Study in Bilbao, Spain
City overviewThe capital of Biscay and biggest city of the autonomous Basque region, Bilbao is a place with character, heart and ambition. Once a rundown industrial city, it has recently become a major European centre of art, with the titanium Museo Guggenheim its crown jewel.
Choosing to study a graduate program in Bilbao will place you in a cultural, exciting and arty city which is proud of its roots and tradition.
Education profileBilbao is home to two universities where you can study a graduate program. These are:
- University of Deusto
- University of the Basque Country
The main campuses of the Technical and Business faculties at the University of Deusto are based in Bilbao.
Graduate programs in Bilbao are taught in a variety of languages, including Spanish, Basque, English, French and even Arabic.
Immigration and visasIt’s important to have the correct student visa documentation before coming to study a graduate program in Bilbao. EU students are able to study in Bilbao without a visa providing they choose an approved institution and have sufficient income to support themselves.
Non-EU students will normally need to apply for a student visa prior to arrival, depending on nationality. Most international students will need to show the following:
- You have a confirmed place on a course at a recognised education institution
- You are not already in the country on a tourist or business visa
- You have paid all relevant visa fees
- You have sufficient funds to support yourself
- You have comprehensive health insurance cover
Life in BilbaoAs the centre of the Basque community, Bilbao is a city that is extremely proud of its roots and history. Bilbao is a pretty relaxed city, with inhabitants who work to live rather than live to work. Expect office closedowns for lunchtime siestas, shops that stay open until 10pm and to eat late rather than early.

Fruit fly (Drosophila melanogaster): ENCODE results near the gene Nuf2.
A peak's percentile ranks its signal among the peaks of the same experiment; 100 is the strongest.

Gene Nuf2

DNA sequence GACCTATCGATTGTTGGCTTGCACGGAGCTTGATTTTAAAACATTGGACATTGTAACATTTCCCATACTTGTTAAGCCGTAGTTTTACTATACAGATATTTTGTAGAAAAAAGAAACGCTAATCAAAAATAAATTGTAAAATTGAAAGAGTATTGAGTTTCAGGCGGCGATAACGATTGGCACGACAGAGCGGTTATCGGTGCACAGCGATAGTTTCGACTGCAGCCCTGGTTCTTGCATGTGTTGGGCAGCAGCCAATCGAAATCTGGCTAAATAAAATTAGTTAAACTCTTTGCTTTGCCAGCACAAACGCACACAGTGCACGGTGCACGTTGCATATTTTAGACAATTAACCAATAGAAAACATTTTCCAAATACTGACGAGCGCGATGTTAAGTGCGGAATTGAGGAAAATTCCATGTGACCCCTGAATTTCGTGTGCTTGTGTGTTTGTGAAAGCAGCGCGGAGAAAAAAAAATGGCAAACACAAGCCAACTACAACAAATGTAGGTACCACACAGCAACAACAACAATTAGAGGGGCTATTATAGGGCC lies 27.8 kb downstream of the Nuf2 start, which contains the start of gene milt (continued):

One thing you will have to get used to is the constant rain – just under half of all days in Bilbao will experience rain.
Working in BilbaoBilbao is the economic centre of the Basque country and has always been an industrial city. The port of Bilbao is amongst Spain’s top five, generating more than 10,000 jobs for the city.
Mining and ironworks are also key industries, but tourism is playing an increasing part in Bilbao’s economy, particularly since the inauguration of the Guggenheim museum in 1997.
While EU students are free to work in Bilbao during their studies, many international students will not be able to do so under the terms of their student visa.
AccommodationMost international students coming to study a graduate program in Bilbao will opt to live in dedicated halls of residence provided by their chosen university. The benefits of this include having a ready made flat to move into on arrival, support from your university and the opportunity to meet fellow students.
However, as a student hub and tourist destination, Bilbao offers plenty of options if you want to live privately. It’s often easier to find a private flat once you’re in the city.
Weather and climateBilbao is generally known as a rainy city so pack an umbrella. In fact, rainy days make up 45% of the annual total and cloudy days a further 40%. November is the wettest month.
Summers are warm, with temperatures around 25C between June and August. Winter is at its coldest between January and March, but it is rare for temperatures to fall below freezing.
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